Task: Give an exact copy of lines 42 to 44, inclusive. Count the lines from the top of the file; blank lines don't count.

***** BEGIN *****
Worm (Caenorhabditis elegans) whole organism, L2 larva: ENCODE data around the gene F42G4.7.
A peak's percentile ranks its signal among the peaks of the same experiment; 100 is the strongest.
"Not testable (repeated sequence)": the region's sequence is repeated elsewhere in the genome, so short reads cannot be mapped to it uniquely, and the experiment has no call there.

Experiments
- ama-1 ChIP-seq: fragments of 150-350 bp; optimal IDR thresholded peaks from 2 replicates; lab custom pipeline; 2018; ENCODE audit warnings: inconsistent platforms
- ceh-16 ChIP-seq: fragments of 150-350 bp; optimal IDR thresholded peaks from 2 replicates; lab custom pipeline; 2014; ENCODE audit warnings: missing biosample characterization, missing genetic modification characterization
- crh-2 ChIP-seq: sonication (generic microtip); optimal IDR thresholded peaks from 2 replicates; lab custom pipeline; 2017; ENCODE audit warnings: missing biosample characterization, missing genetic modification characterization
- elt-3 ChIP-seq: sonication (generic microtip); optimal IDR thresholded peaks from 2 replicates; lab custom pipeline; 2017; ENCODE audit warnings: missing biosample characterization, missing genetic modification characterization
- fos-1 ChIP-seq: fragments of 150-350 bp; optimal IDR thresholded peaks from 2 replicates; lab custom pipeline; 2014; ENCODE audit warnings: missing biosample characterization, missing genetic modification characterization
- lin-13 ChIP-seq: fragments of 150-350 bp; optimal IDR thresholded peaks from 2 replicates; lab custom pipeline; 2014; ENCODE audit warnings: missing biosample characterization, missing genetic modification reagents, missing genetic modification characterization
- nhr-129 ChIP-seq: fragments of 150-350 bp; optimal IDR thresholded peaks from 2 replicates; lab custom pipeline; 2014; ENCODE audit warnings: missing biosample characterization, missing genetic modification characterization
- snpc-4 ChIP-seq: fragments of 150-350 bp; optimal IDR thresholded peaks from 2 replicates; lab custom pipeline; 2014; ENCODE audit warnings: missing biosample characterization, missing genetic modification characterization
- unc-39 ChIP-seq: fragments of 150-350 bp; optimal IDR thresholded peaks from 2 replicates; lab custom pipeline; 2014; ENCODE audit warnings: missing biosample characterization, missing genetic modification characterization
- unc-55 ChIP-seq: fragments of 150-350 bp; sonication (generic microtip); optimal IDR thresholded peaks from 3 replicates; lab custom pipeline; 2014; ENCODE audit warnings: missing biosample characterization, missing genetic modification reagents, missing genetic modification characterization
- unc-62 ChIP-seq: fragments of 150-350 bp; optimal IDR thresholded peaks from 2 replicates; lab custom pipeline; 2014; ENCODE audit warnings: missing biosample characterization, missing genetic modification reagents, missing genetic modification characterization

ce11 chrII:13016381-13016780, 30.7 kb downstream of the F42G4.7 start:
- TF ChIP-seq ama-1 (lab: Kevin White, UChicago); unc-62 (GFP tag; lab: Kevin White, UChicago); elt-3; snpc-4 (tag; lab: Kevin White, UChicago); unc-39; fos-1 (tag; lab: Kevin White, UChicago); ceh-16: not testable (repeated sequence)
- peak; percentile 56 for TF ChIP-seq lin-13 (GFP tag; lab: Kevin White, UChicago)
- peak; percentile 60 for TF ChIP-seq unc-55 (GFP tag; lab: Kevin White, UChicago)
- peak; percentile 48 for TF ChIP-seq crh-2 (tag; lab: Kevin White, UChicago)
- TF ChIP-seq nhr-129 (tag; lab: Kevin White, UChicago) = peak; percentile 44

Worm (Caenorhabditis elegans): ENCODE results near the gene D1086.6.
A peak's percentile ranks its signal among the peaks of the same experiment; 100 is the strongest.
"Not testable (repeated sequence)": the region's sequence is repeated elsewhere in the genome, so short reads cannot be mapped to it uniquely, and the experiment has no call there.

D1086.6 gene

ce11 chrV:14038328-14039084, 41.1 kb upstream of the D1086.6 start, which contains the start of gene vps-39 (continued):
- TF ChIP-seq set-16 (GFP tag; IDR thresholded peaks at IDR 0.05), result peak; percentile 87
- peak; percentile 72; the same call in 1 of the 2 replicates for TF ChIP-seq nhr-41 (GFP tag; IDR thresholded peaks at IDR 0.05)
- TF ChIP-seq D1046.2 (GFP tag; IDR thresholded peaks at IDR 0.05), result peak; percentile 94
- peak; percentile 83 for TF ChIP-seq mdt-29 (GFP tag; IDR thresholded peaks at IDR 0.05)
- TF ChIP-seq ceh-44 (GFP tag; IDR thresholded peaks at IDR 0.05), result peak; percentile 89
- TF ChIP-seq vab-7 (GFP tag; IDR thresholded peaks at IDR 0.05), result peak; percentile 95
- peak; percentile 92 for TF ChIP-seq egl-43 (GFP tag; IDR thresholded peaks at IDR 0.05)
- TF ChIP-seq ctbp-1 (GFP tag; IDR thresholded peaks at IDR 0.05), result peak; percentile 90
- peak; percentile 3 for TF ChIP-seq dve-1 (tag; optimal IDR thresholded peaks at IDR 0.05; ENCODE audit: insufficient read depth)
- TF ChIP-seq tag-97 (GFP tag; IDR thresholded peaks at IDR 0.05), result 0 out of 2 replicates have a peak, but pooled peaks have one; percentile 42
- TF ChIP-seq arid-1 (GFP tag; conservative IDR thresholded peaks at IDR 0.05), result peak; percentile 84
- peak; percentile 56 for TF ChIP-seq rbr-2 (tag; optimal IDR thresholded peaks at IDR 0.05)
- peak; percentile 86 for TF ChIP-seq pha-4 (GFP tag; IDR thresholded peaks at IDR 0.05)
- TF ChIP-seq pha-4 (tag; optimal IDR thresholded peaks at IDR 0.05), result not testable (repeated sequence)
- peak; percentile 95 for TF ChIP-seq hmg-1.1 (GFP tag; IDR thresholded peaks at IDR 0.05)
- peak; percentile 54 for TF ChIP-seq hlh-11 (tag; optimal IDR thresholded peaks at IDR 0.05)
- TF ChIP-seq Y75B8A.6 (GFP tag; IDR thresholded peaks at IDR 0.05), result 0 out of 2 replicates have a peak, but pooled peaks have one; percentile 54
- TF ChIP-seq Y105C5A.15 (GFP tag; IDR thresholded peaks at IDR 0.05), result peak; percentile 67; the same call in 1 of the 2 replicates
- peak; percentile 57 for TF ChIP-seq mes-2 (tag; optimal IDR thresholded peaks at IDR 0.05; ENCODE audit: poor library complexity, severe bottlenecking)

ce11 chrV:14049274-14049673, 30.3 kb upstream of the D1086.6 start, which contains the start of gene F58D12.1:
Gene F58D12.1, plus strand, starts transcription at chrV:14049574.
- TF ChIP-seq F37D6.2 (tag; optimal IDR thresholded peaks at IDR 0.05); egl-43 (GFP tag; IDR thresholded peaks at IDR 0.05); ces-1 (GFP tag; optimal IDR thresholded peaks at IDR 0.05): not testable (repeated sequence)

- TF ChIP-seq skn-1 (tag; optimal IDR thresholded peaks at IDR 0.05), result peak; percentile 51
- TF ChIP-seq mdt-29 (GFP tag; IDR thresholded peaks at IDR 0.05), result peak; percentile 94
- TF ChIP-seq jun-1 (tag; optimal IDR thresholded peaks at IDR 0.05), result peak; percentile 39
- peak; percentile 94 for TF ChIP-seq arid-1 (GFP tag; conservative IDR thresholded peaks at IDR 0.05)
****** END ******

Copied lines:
- peak; percentile 54 for TF ChIP-seq hlh-11 (tag; optimal IDR thresholded peaks at IDR 0.05)
- TF ChIP-seq Y75B8A.6 (GFP tag; IDR thresholded peaks at IDR 0.05), result 0 out of 2 replicates have a peak, but pooled peaks have one; percentile 54
- TF ChIP-seq Y105C5A.15 (GFP tag; IDR thresholded peaks at IDR 0.05), result peak; percentile 67; the same call in 1 of the 2 replicates